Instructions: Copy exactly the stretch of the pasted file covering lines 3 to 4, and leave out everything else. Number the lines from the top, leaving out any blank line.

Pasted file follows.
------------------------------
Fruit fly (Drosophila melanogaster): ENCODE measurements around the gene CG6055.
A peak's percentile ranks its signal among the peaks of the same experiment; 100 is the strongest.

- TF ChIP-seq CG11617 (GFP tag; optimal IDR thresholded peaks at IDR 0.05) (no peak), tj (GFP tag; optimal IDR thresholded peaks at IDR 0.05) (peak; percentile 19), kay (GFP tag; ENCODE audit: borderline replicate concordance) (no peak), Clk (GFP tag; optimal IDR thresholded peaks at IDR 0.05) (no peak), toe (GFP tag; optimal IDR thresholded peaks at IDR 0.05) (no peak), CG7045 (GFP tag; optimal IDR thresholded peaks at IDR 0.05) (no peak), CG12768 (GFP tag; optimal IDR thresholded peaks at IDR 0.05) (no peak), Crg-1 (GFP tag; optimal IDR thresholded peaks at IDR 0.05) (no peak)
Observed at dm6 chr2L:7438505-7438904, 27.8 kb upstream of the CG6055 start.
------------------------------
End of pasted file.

- TF ChIP-seq CG11617 (GFP tag; optimal IDR thresholded peaks at IDR 0.05) (no peak), tj (GFP tag; optimal IDR thresholded peaks at IDR 0.05) (peak; percentile 19), kay (GFP tag; ENCODE audit: borderline replicate concordance) (no peak), Clk (GFP tag; optimal IDR thresholded peaks at IDR 0.05) (no peak), toe (GFP tag; optimal IDR thresholded peaks at IDR 0.05) (no peak), CG7045 (GFP tag; optimal IDR thresholded peaks at IDR 0.05) (no peak), CG12768 (GFP tag; optimal IDR thresholded peaks at IDR 0.05) (no peak), Crg-1 (GFP tag; optimal IDR thresholded peaks at IDR 0.05) (no peak)
Observed at dm6 chr2L:7438505-7438904, 27.8 kb upstream of the CG6055 start.